Practical coding guides

WebFlux Reactive Web API Example in Spring Boot

Spring WebFlux is a reactive-stack web framework, part of Spring 5, fully non-blocking and runs on such servers as Netty, Undertow, and Servlet 3.1+ containers

This guide will give you the steps to build a non-blocking web API with Spring WebFlux in a Spring Boot project

What you’ll need

  • Your favorite IDE
  • JDK 8+ or OpenJDK 8+
  • Maven 3+

Init project structure

You can create and init a new Spring Boot project by using Spring CLI or Spring Initializr. Learn more about using these tools at here

The final project structure as below

├── src
│   └── main
│       ├── java
│       │   └── com
│       │       └── hellokoding
│       │           └── spring
│       │               ├── HelloApplication.java
│       │               ├── HelloHandler.java
│       │               └── HelloRouter.java
│       └── resources
│           ├── static
│           ├── templates
│           └── application.properties
└── pom.xml

Project dependencies

Add spring-boot-starter-webflux into your project as a dependency on pom.xml or build.gradle file. The library versions can be omitted as it is resolved by the parent pom provided by Spring Boot


You can find the full pom.xml file as below


<?xml version="1.0" encoding="UTF-8"?>
<project xmlns="http://maven.apache.org/POM/4.0.0" xmlns:xsi="http://www.w3.org/2001/XMLSchema-instance"
	xsi:schemaLocation="http://maven.apache.org/POM/4.0.0 https://maven.apache.org/xsd/maven-4.0.0.xsd">








Define a reactive API handler


package com.hellokoding.spring;

import org.springframework.http.MediaType;
import org.springframework.stereotype.Component;
import org.springframework.web.reactive.function.server.ServerRequest;
import org.springframework.web.reactive.function.server.ServerResponse;
import reactor.core.publisher.Mono;

public class HelloHandler {
    public Mono<ServerResponse> hello(ServerRequest request) {
        String name = request
            .orElse("Spring WebFlux");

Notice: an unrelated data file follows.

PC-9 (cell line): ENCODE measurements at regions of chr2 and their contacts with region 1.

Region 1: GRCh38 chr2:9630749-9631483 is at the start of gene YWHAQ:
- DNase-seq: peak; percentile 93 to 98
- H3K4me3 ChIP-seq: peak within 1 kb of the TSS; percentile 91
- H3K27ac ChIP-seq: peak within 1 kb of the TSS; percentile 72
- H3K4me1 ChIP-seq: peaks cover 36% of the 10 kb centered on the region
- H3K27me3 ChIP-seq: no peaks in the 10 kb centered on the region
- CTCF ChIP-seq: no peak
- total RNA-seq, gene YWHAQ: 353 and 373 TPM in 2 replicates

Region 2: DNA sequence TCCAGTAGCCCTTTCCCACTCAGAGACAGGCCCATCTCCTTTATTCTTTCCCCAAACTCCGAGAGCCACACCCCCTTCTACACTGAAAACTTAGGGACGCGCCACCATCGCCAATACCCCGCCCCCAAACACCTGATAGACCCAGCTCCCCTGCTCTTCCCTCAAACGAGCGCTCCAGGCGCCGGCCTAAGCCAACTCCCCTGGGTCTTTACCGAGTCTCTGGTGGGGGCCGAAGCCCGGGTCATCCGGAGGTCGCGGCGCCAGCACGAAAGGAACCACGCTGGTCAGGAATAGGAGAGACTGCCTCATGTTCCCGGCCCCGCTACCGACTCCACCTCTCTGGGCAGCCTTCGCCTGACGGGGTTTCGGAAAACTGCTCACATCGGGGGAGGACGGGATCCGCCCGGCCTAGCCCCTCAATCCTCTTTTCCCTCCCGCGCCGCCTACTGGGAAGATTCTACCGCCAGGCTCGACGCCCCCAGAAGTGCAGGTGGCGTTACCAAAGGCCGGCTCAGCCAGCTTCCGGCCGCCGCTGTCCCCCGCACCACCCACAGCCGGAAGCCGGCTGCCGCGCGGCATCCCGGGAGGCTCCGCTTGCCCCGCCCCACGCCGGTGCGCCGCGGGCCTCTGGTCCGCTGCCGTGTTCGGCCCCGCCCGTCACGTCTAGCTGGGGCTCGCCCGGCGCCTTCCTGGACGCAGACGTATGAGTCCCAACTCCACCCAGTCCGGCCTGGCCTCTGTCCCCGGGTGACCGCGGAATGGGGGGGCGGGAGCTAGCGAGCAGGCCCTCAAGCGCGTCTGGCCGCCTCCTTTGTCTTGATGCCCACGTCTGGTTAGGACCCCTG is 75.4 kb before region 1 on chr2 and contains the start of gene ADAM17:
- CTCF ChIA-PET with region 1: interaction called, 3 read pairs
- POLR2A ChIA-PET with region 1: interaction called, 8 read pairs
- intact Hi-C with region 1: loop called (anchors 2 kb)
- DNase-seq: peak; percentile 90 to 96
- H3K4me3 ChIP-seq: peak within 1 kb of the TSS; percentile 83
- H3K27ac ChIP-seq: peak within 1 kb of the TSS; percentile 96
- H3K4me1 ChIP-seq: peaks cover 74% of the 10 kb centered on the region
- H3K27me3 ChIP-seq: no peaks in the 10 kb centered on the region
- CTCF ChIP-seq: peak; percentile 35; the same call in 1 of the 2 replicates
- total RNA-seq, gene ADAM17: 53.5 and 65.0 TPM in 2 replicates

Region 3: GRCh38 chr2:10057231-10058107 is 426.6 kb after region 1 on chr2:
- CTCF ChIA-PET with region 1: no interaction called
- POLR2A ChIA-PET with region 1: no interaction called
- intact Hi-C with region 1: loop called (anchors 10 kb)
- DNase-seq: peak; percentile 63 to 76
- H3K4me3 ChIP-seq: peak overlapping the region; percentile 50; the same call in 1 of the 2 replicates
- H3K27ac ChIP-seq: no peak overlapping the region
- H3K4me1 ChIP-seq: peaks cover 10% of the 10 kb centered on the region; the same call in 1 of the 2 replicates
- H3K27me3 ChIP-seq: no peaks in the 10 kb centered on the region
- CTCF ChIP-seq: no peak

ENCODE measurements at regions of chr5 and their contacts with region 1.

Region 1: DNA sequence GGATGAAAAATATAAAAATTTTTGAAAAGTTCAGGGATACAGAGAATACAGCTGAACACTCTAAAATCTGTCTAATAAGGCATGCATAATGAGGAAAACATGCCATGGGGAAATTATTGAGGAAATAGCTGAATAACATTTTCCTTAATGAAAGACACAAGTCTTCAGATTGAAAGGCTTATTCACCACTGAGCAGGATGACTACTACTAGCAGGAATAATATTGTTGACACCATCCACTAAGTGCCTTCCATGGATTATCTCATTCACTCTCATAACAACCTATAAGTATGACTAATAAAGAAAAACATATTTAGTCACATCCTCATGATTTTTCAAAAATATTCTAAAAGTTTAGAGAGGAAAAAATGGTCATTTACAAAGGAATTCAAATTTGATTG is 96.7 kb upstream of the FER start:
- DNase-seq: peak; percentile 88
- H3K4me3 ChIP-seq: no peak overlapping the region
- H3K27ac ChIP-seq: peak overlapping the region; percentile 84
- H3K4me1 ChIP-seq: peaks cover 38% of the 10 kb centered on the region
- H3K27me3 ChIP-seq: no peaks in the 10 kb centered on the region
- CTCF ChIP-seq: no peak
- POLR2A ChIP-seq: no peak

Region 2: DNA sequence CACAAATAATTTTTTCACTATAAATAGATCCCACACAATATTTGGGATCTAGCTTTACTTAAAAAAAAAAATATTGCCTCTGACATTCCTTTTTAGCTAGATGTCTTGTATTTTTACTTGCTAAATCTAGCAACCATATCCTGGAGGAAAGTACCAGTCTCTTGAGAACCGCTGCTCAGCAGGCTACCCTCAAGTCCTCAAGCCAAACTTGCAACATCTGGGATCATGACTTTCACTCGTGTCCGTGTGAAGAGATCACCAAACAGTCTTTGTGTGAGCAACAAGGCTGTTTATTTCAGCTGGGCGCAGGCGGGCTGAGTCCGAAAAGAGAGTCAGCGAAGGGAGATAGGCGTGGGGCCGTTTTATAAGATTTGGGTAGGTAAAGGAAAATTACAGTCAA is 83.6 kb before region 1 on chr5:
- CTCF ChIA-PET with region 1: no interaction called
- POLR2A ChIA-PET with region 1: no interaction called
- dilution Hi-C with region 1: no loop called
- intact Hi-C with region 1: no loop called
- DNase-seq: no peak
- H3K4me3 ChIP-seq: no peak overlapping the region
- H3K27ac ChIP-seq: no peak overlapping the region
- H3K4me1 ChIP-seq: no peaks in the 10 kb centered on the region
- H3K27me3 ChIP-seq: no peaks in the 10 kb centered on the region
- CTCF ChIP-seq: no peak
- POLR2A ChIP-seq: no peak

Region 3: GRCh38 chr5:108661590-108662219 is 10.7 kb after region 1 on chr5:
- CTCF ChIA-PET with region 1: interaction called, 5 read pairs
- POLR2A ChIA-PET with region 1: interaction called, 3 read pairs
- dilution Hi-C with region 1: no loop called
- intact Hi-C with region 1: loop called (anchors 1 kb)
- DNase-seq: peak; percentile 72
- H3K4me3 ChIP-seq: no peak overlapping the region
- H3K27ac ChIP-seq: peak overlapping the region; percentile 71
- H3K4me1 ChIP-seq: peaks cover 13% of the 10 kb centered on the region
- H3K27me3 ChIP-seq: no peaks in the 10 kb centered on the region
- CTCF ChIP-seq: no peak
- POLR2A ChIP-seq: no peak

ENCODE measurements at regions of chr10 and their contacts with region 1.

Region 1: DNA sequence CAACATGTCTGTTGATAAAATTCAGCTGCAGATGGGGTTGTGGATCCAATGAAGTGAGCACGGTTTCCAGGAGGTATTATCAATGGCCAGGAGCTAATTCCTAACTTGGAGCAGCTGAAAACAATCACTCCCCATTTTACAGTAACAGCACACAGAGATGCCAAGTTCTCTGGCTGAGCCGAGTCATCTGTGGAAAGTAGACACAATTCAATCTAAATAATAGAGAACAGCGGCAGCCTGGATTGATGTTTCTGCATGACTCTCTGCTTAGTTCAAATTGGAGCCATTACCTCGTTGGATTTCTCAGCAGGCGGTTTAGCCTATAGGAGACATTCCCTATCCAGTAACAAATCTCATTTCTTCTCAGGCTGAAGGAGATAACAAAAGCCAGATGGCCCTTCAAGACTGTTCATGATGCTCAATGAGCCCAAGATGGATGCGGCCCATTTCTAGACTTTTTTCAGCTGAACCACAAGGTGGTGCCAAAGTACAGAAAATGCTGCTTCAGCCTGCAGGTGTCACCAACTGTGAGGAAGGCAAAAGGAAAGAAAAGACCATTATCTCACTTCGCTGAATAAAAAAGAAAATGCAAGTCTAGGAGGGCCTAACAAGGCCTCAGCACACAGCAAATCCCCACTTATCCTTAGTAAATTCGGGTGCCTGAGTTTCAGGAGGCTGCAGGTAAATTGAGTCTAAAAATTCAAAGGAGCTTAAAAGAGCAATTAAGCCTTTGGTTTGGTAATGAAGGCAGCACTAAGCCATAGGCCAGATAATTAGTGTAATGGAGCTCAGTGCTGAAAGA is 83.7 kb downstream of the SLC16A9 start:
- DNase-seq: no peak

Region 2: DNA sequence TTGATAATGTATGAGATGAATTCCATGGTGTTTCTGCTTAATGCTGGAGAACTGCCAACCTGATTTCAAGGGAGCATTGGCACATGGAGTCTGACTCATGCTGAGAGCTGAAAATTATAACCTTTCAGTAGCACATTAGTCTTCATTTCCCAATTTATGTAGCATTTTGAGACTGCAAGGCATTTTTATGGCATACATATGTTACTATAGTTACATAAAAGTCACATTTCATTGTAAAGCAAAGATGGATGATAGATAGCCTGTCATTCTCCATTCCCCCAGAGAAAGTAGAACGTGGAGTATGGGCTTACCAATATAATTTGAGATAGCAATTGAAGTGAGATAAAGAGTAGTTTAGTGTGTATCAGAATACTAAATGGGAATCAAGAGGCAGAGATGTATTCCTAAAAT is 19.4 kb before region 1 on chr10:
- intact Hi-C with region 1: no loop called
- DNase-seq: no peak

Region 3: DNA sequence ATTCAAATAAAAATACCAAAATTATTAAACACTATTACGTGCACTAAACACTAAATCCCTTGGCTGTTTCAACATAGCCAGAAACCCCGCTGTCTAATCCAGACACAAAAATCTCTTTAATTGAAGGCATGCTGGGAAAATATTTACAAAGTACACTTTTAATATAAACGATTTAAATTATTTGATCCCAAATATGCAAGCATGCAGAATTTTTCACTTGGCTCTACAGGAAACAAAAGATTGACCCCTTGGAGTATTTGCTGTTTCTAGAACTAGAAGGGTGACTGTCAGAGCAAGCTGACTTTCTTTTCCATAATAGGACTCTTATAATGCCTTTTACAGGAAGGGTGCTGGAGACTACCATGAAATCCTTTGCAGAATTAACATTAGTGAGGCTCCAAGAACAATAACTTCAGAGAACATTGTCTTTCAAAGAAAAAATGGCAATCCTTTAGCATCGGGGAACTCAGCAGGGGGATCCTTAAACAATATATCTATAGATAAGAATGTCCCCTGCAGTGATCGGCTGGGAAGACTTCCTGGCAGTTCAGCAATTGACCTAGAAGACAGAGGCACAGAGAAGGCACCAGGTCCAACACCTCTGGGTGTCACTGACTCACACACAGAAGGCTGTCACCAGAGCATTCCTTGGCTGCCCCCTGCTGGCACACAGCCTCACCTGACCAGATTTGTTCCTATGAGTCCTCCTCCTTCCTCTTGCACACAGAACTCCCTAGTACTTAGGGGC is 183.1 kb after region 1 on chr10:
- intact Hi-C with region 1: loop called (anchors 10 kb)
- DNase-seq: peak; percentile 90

return ServerResponse.ok()
            .bodyValue(String.format("Hello, %s!", name));

The handler method declaration is defined by HandlerFunction, a functional interface in Spring, as below

package org.springframework.web.reactive.function.server;
import reactor.core.publisher.Mono;

public interface HandlerFunction<T extends ServerResponse> {
	Mono<T> handle(ServerRequest request);

Define a reactive API router


package com.hellokoding.spring;

import org.springframework.context.annotation.Bean;
import org.springframework.context.annotation.Configuration;
import org.springframework.http.MediaType;
import org.springframework.web.reactive.function.server.RouterFunction;
import org.springframework.web.reactive.function.server.RouterFunctions;
import org.springframework.web.reactive.function.server.ServerResponse;

import static org.springframework.web.reactive.function.server.RequestPredicates.GET;
import static org.springframework.web.reactive.function.server.RequestPredicates.accept;

public class HelloRouter {
    public RouterFunction<ServerResponse> route(HelloHandler helloHandler) {
        return RouterFunctions
            .route(GET("/hello").and(accept(MediaType.TEXT_PLAIN)), helloHandler::hello);

Here we route GET requests for “/hello” to the hello method in helloHandler object

Define application bootstrap


package com.hellokoding.spring;

import org.springframework.boot.SpringApplication;
import org.springframework.boot.autoconfigure.SpringBootApplication;

public class HelloApplication {
	public static void main(String[] args) {
		SpringApplication.run(HelloApplication.class, args);

Run and Test

You can run the application by typing the following command on the terminal console at the project root directory

$ mvn clean spring-boot:run

You would see this text in the console

o.s.b.web.embedded.netty.NettyWebServer  : Netty started on port(s): 8080

Access to http://localhost:8080/hello on your web browser, the following response is expected

Hello, Spring WebFlux!


In this tutorial, we learned to build a reactive web API by using Spring WebFlux in a Spring Boot project. You can find the full source code on GitHub

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